It’s been really nice staying in the suburbs of Plovdiv. Many Bulgarians live in fairly simple homes surrounded by extensive gardens. Like their Balkan neighbours the local green grocer only supplements whatever isn’t growing in their garden. Everything they grow is organic and nothing goes to waste. The host of the guest house was very proud of his homemade wine and rakia which had a secret herb (supposedly an aphrodisiac which I’m still waiting for it to kick in).lol
When we arrived we were greeted in true Bulgarian fashion with a glass of rakia and a glass of crystal clear mountain spring water. It was nice learning a bit about life in Bulgaria. Locals work for about $20 per day so to get ahead many work elsewhere and send money home.
Heading into Plovdiv we discovered the centre is surrounded by parking stations. After getting our bearings we headed to the East gate of the old town where we soon found a footpath to park on. Heading towards the East gate we visited Sveti Nedelya Church. It dates back to the 17th century and has the most ornate carved iconostasis. As we passed through the gate and into the old town we were amazed by how many of the old renaissance buildings have been restored.
We wandered up past the Ethnographic Museum to the lookout which overlooks Plovdiv. It’s got a great view however some of the view is of the industrial area. Wandering through the top of the old town there were lots of old buildings selling Bulgarian handicrafts and souvenirs. There was even some locally made Bulgarian pottery and of course rose products. Bulgaria produces 80% of the worlds rose products such as oil for the cosmetic industry so there’s no shortage of products for sale.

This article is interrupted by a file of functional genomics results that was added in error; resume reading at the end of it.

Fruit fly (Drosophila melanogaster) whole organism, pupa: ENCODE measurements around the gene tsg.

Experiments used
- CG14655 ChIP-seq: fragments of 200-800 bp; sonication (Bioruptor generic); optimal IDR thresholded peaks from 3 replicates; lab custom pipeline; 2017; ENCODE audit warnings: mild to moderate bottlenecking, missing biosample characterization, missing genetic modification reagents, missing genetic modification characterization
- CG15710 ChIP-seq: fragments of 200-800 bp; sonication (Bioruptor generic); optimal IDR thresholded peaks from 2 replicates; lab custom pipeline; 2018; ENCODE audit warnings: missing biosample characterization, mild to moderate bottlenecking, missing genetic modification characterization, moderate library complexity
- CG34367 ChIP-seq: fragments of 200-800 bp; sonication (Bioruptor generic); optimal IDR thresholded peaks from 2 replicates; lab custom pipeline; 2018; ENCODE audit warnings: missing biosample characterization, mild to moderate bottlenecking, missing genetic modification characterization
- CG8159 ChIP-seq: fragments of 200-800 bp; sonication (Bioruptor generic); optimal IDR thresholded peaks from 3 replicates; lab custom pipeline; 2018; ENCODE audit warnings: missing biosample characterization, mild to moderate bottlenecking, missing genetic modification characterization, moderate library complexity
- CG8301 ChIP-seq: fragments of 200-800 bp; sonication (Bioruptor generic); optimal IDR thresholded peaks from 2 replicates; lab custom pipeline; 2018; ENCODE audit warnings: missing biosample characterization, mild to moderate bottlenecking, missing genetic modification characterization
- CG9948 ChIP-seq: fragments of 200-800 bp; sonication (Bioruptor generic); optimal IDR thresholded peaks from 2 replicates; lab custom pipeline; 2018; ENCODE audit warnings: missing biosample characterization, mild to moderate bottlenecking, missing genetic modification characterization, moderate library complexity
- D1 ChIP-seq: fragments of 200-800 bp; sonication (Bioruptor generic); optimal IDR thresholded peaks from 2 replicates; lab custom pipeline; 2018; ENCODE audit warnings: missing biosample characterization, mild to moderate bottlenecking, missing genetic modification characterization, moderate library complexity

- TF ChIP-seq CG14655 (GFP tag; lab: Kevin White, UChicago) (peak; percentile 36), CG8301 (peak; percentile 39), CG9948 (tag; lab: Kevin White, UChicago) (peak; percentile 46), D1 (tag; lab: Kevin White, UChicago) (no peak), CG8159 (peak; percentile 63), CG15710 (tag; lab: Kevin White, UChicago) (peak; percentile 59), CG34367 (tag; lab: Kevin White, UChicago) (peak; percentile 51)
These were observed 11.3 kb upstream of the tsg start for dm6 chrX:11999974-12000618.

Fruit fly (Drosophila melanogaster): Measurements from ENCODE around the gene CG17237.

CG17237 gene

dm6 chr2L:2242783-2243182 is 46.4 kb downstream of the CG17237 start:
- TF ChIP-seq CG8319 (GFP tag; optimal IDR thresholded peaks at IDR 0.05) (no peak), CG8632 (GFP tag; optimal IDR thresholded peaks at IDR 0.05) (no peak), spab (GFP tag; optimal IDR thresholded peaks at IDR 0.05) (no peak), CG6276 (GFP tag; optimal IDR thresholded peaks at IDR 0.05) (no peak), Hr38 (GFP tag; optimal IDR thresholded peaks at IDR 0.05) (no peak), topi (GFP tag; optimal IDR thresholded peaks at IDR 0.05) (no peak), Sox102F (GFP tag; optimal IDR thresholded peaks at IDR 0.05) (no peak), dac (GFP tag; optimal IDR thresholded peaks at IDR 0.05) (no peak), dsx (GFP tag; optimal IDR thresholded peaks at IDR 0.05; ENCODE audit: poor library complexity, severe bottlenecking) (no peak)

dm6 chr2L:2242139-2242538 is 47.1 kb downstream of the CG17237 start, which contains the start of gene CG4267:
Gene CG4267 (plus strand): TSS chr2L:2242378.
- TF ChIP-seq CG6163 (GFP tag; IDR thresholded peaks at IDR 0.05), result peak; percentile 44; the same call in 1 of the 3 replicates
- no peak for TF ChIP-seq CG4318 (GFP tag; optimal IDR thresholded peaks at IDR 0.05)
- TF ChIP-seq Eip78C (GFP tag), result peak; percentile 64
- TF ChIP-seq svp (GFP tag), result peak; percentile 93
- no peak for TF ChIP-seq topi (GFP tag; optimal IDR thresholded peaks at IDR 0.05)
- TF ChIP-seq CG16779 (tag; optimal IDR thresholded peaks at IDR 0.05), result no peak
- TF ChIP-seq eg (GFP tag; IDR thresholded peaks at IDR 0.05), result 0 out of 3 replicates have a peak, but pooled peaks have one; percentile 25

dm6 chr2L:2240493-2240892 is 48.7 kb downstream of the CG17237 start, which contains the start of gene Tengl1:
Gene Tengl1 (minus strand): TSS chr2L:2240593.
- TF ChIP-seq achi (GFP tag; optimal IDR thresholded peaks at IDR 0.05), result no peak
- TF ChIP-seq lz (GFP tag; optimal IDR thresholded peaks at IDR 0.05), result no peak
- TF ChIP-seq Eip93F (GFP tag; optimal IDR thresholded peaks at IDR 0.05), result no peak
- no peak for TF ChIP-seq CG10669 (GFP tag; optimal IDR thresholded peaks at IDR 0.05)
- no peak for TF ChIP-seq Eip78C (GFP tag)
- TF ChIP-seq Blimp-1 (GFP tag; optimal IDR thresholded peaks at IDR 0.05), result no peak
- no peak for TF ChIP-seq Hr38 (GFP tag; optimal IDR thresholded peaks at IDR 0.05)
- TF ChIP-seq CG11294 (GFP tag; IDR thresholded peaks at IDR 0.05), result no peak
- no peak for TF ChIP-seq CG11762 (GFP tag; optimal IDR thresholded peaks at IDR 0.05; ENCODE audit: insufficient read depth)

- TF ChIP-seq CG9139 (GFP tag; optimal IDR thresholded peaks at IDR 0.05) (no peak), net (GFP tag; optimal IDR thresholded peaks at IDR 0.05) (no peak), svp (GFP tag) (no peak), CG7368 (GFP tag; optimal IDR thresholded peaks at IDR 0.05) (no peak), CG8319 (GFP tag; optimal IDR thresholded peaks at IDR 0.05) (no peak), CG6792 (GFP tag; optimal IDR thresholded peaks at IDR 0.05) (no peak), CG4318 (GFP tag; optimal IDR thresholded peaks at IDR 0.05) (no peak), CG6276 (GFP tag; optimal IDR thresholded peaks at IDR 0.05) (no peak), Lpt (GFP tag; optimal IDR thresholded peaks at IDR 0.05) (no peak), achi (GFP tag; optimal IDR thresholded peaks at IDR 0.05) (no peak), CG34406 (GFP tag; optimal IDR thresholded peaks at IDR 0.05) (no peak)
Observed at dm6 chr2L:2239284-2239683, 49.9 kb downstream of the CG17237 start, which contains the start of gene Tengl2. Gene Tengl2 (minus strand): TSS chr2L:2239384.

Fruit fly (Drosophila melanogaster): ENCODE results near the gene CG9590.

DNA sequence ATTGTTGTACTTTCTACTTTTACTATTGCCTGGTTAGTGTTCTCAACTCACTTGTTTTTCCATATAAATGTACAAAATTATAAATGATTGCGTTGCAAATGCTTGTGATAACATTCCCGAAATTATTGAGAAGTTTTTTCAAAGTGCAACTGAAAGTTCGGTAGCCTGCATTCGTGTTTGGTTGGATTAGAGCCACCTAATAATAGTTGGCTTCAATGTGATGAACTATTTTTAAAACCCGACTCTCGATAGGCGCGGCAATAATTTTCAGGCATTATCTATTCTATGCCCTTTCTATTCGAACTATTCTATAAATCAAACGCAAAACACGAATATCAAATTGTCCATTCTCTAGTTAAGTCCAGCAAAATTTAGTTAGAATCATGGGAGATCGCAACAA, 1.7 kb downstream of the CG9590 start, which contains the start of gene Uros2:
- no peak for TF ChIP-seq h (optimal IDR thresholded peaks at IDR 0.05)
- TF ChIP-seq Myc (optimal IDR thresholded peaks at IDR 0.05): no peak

We wound our way through the rough cobbled streets to the Roman Theatre. Plovdiv boasts that it’s the oldest continually inhabited cities in Europe. It’s a claim that many cities across Europe have made and Plovdiv backs it up with archaeological pottery finds dating back to the Neolithic Age. In the post Bronze Age it was a Thracian city before it was conquered by Alexander the Greats father Phillip and renamed Phillipopolis. This name is still used in certain sections of the old town. After being reconquered by the Thracians it was then overrun by the Romans in 72 BC. Around the old city and city centre the ruins of many roman buildings are still visible. Overlooking the Roman Theatre a small bar with lots of outdoor seating is the perfect spot to look across the ruins. Around the hillside area of the old town a few old churches remain from the late Ottoman period when churches were allowed.
The Ottomans ruled Bulgaria for 700 years until they were defeated in 1878 by Russian, Ukrainian and Bulgarian forces during the Russo-Turkish War. Many of the renaissance buildings date from the prosperity that the merchants gained during the late Ottoman period when Plovdiv was a major trading point. Leaving the old town we wandered down the main shopping mall. Beneath the street the ruins of the old roman theatre are still visible. It once ran for almost the length of the street. Midway down the shopping mall we detoured off the street to the remains of the Odeon. There’s not much left just the lower walls but it’s quite extensive. At the edge of it one of the main roads passes right by and on our way in and out of town we pass by it.
After a forgettable lunch in town (we should’ve eaten in one of the lovely restaurants in the old town) we headed back to the bike. Along the way up the hill we spotted a few of the tiled murals which adorn some of the newer three storey buildings. They tell the tales of medieval Bulgaria. Just as it started to rain we headed back to the apartment. Passing the ruins of the roman aqueduct along the way. The weather forecast doesn’t look good for tomorrow but fingers crossed we don’t get wet.